Thursday, February 21, 2013

Walking: A Day Off!

Have I have mentioned before that I am currently working on a big project?
It is going to involve quite a bit of walking. Planning for the project means some shuffling of blog posts past and present so while I move some of my previous posts from other sites around bear with me and enjoy some of my older writing! This week I present to you a post from the summer of 2011.
A day off from walking...(and a moment off from the winter!)

The story of St. Lawrence.

I lay on the bow of the boat listening to the Stones against the backdrop of kids leaping into the river and waves lapping against the shore. The sun was hot and strong; the air hotter and stronger. Any ambition, any motivation to take a hike floated away with the currents.My first day of vacation and all I wanted to do was to spend time with my family. I had spent the afternoon watching my dog chase waves and bark at the boats. I ate fresh raspberries and my mother's homemade chocolate chip cookies. I congratulated my son on the fish he caught and scrambled to get out of the water when he released said fish a little too close to me. At the same time a limp fillet of dead fish flesh floated by thus hastening my migration to the boat. The movement of the boat lulled me into the depths of sensation. The humid air carried the scent of the river and of the trees that crawled over the islands. The water carried the sounds of the boats some humming, some sputtering and others with sails flapping as they passed. The breeze was gentle and soft like a fine silk scarf playing about my hair. I felt languid and tasted sleep. Sweet soft afternoon.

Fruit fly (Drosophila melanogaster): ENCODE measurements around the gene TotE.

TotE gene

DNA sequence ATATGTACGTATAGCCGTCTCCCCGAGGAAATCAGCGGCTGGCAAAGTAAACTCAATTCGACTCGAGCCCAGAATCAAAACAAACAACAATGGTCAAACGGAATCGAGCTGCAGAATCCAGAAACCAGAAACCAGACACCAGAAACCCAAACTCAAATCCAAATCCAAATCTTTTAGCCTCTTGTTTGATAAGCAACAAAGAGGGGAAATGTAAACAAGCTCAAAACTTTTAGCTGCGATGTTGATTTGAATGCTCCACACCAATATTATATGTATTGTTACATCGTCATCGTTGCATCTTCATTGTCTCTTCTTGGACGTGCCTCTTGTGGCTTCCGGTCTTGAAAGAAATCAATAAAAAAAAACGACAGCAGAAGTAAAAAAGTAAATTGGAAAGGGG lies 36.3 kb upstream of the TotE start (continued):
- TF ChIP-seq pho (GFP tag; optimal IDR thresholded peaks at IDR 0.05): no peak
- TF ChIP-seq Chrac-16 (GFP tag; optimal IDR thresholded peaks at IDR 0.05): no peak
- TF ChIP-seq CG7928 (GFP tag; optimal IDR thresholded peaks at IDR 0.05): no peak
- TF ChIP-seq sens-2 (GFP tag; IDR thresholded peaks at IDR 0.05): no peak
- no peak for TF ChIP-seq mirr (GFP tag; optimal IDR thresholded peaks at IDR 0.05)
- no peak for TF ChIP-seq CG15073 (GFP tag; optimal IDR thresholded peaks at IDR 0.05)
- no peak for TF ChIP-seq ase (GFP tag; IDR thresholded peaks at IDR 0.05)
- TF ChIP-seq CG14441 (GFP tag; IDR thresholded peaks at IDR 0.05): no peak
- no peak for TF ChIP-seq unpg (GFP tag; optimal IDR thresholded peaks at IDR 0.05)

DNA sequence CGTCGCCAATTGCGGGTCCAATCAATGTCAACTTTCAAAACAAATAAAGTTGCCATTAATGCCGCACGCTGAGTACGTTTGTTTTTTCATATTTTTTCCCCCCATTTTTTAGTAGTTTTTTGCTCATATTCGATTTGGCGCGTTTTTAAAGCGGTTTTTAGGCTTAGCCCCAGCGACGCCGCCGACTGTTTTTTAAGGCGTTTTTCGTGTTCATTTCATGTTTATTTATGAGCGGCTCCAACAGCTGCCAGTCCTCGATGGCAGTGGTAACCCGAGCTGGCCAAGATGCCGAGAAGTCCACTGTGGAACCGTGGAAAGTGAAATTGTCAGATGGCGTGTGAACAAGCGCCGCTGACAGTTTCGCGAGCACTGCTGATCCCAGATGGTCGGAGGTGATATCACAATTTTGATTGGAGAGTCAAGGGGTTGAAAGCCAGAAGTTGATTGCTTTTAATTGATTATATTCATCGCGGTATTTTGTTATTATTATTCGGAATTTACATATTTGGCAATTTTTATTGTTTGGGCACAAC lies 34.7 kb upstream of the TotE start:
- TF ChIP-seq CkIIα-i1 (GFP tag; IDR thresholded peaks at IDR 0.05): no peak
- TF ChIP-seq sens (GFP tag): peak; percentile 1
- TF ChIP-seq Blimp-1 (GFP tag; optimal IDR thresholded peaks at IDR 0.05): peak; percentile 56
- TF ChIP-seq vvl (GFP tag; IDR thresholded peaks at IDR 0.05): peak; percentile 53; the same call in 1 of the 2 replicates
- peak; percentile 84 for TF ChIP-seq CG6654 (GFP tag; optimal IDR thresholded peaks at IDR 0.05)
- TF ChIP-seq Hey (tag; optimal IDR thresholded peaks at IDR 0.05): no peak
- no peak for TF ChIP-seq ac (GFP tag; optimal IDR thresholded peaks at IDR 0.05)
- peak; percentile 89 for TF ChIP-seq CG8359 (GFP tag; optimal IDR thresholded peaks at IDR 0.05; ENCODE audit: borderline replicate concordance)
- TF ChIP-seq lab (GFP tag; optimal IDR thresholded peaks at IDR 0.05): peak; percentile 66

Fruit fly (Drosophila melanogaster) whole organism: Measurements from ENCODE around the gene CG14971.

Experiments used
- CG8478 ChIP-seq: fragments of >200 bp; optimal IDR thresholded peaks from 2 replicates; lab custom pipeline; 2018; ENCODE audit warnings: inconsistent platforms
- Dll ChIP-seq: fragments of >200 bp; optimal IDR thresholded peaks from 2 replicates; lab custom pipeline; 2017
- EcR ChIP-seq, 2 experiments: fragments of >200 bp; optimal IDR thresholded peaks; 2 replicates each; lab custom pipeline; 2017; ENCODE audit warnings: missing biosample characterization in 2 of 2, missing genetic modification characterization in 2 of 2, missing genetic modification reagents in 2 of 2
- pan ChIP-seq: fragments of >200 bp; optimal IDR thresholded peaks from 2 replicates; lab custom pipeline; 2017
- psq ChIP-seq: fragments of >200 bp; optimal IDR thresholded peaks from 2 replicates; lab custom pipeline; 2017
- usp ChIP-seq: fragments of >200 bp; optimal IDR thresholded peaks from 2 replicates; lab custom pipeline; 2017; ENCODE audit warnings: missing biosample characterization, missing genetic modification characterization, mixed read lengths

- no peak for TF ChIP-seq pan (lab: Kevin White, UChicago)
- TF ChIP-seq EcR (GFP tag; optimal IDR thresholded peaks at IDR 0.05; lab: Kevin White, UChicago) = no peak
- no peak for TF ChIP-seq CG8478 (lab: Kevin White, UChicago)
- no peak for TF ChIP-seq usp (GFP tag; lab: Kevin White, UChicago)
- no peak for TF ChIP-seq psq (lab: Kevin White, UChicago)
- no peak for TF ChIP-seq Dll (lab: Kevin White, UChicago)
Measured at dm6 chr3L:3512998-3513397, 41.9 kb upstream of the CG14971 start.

One of the thousands of islands that dot the St. Lawrence River in Canada. 


The next day saw me lying on a sandy beach sipping the rays of sun that beat down around me. Sand buried tanned bodies, sand spilled into the crevices of our blankets, towels and chairs and sand crunched between our molars. More fresh raspberries deposited seeds into our sandy mouths and watermelon washed us clean. Sandwiches crafted with care and bags of chips and Doritos also filled the bellies of the hungry masses of children who have accompanied us on our trip. This day saw the air fill with footballs and Frisbees. Picnic tables sat under the poplar
trees at the top of sand dunes. Great families congregated and young lovers embraced. People pranced like porpoises in the gleaming water.
By the end of the day the sun had siphoned energy from our bodies and we limply filed like ants in a column to the parking lots. The cars welcomed us like bread to a toaster. And we all slept that night like logs in an overgrown forest. Cool and tired beneath thin sheets.
No. No walking for me this weekend.

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